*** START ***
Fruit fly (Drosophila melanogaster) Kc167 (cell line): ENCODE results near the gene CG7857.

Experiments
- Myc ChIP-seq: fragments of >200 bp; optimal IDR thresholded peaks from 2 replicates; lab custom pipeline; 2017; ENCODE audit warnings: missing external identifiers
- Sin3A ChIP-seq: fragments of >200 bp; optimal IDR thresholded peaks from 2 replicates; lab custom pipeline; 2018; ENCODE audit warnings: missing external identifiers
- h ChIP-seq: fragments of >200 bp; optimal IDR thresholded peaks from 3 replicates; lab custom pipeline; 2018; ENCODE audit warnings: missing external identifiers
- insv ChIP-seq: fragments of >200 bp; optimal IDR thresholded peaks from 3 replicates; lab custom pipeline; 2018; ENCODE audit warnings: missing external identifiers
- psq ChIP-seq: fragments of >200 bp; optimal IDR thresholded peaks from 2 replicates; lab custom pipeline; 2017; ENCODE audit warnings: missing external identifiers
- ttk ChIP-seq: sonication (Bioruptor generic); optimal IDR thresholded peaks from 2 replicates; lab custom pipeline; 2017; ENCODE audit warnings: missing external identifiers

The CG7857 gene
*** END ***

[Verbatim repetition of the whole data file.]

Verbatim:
Fruit fly (Drosophila melanogaster) Kc167 (cell line): ENCODE results near the gene CG7857.

Experiments
- Myc ChIP-seq: fragments of >200 bp; optimal IDR thresholded peaks from 2 replicates; lab custom pipeline; 2017; ENCODE audit warnings: missing external identifiers
- Sin3A ChIP-seq: fragments of >200 bp; optimal IDR thresholded peaks from 2 replicates; lab custom pipeline; 2018; ENCODE audit warnings: missing external identifiers
- h ChIP-seq: fragments of >200 bp; optimal IDR thresholded peaks from 3 replicates; lab custom pipeline; 2018; ENCODE audit warnings: missing external identifiers
- insv ChIP-seq: fragments of >200 bp; optimal IDR thresholded peaks from 3 replicates; lab custom pipeline; 2018; ENCODE audit warnings: missing external identifiers
- psq ChIP-seq: fragments of >200 bp; optimal IDR thresholded peaks from 2 replicates; lab custom pipeline; 2017; ENCODE audit warnings: missing external identifiers
- ttk ChIP-seq: sonication (Bioruptor generic); optimal IDR thresholded peaks from 2 replicates; lab custom pipeline; 2017; ENCODE audit warnings: missing external identifiers

The CG7857 gene